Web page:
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Face Perception and Test Reliabilities in Congenital Prosopagnosia in Seven Tests

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Esins,  J
Department Human Perception, Cognition and Action, Max Planck Institute for Biological Cybernetics, Max Planck Society;
Max Planck Institute for Biological Cybernetics, Max Planck Society;

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Schultz,  J
Max Planck Institute for Biological Cybernetics, Max Planck Society;
Department Human Perception, Cognition and Action, Max Planck Institute for Biological Cybernetics, Max Planck Society;

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Bülthoff,  I
Department Human Perception, Cognition and Action, Max Planck Institute for Biological Cybernetics, Max Planck Society;
Max Planck Institute for Biological Cybernetics, Max Planck Society;
Project group: Recognition & Categorization, Max Planck Institute for Biological Cybernetics, Max Planck Society;

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Esins, J., Schultz, J., Stemper, C., Kennerknecht, I., & Bülthoff, I. (2016). Face Perception and Test Reliabilities in Congenital Prosopagnosia in Seven Tests. i-Perception, 7(1), 1-37. doi:10.1177/2041669515625797.


Cite as: http://hdl.handle.net/21.11116/0000-0000-7A40-F
Abstract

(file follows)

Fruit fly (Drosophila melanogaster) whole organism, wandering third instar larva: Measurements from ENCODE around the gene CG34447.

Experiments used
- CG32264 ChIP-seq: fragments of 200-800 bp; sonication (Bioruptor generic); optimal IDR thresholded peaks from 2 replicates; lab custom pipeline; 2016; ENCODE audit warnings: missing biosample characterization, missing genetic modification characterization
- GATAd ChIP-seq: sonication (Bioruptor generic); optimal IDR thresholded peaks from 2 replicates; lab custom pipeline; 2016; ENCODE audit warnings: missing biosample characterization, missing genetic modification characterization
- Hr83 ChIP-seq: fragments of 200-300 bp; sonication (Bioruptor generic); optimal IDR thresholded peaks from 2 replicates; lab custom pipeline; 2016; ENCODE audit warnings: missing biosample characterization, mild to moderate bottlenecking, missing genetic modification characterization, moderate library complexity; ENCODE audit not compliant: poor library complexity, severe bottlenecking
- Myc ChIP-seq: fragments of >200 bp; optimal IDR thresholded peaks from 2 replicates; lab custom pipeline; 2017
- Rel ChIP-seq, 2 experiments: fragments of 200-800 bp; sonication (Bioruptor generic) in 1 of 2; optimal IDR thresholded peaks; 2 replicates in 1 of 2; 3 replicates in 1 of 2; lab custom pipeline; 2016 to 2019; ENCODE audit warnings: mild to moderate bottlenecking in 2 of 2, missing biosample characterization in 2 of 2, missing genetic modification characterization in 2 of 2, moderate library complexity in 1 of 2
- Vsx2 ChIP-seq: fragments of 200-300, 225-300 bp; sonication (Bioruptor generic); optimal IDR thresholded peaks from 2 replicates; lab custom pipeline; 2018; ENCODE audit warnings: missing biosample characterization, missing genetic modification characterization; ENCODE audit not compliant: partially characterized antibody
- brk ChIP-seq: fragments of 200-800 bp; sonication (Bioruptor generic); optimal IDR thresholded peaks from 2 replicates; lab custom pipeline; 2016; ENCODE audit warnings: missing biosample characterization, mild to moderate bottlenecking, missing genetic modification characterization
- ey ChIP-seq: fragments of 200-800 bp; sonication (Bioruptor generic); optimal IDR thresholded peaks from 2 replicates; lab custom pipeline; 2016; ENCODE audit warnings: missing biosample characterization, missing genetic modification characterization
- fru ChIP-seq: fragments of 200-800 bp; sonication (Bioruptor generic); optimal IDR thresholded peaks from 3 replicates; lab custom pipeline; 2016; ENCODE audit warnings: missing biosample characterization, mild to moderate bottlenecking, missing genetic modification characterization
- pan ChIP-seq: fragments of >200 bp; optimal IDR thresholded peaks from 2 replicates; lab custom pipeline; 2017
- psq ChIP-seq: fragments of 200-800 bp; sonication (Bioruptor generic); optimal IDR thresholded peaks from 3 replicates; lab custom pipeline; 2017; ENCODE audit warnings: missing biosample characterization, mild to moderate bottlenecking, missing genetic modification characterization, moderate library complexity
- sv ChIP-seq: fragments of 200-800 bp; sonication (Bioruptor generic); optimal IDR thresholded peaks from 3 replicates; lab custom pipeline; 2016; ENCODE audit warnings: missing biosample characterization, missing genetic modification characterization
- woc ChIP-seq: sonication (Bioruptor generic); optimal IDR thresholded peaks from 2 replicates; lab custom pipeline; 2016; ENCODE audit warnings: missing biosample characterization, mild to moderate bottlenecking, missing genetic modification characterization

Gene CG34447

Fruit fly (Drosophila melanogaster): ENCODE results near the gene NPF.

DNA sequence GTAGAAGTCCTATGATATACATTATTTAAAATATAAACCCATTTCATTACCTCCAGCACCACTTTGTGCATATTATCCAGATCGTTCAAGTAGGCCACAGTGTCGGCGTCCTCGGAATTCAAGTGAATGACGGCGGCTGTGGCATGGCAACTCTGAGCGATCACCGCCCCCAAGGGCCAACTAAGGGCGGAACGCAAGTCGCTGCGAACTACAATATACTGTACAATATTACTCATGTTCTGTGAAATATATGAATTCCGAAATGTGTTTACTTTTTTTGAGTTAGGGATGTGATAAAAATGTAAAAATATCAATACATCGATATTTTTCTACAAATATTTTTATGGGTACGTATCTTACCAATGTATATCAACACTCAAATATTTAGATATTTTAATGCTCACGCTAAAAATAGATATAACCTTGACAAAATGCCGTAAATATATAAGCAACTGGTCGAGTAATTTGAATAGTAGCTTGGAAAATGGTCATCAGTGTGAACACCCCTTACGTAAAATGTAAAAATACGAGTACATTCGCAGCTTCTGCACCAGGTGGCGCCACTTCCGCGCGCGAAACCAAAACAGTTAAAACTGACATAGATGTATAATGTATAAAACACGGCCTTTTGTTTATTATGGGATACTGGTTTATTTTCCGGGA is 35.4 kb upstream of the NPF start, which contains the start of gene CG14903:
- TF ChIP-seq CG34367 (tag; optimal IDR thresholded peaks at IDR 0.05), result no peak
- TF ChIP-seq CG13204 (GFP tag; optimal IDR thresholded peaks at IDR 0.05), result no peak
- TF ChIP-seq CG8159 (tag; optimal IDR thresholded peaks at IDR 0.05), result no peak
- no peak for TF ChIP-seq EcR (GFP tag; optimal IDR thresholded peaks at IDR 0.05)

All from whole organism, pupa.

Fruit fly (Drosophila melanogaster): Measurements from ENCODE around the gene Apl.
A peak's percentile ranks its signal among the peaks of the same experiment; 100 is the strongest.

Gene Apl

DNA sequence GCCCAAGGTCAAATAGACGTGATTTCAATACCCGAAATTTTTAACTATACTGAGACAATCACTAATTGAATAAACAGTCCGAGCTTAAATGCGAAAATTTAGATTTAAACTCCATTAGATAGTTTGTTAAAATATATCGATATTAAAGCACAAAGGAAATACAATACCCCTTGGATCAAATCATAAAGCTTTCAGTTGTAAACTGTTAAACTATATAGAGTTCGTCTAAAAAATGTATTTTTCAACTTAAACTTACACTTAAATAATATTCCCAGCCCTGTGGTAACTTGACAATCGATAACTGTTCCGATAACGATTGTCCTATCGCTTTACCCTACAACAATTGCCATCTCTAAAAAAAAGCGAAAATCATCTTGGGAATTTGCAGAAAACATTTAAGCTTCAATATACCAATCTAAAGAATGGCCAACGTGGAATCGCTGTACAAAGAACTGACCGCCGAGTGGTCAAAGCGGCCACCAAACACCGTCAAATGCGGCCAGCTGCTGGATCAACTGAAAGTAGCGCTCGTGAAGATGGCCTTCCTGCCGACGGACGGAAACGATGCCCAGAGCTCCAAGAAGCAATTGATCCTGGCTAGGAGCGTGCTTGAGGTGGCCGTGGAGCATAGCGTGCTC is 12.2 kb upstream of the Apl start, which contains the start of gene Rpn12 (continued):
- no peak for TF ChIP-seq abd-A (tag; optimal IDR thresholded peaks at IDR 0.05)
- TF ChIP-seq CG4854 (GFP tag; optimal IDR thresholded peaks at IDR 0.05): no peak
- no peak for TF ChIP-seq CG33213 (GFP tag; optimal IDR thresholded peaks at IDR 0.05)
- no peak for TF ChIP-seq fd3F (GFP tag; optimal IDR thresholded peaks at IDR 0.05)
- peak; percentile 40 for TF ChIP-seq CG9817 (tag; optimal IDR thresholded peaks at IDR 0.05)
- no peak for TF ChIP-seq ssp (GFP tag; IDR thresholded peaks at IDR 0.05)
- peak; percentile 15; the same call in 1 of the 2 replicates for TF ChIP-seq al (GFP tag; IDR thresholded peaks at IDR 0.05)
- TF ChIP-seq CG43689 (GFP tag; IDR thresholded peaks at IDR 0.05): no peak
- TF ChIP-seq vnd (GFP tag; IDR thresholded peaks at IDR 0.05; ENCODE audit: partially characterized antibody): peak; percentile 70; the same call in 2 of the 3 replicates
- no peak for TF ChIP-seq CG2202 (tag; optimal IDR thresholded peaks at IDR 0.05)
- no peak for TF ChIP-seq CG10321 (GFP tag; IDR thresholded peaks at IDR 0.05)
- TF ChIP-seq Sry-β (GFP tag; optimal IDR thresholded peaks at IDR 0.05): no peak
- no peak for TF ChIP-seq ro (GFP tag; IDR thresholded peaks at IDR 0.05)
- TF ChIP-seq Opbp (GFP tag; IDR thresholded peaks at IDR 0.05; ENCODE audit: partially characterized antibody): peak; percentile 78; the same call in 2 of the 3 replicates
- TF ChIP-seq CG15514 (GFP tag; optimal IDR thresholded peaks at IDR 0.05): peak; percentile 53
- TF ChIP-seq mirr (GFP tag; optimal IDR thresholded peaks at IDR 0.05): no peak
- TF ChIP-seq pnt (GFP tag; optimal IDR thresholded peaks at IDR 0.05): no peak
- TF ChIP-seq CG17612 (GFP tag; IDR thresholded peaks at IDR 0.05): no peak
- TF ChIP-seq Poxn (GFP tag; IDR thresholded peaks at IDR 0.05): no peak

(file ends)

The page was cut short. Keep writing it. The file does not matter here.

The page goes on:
Congenital prosopagnosia, the innate impairment in recognizing faces, is a very heterogeneous disorder with different phenotypical manifestations. To investigate the nature of prosopagnosia in more detail, we tested 16 prosopagnosics and 21 controls with an extended test battery addressing various aspects of face recognition. Our results show that prosopagnosics exhibited significant impairments in several face recognition tasks: impaired holistic processing (they were tested amongst others with the Cambridge Face Memory Test (CFMT)) as well as reduced processing of configural information of faces. This test battery also revealed some new findings. While controls recognized moving faces better than static faces, prosopagnosics did not exhibit this effect. Furthermore, prosopagnosics had significantly impaired gender recognition—which is shown on a groupwise level for the first time in our study. There was no difference between groups in the automatic extraction of face identity information or in object recognition as tested with the Cambridge Car Memory Test. In addition, a methodological analysis of the tests revealed reduced reliability for holistic face processing tests in prosopagnosics. To our knowledge, this is the first study to show that prosopagnosics showed a significantly reduced reliability coefficient (Cronbach’s alpha) in the CFMT compared to the controls. We suggest that compensatory strategies employed by the prosopagnosics might be the cause for the vast variety of response patterns revealed by the reduced test reliability. This finding raises the question whether classical face tests measure the same perceptual processes in controls and prosopagnosics.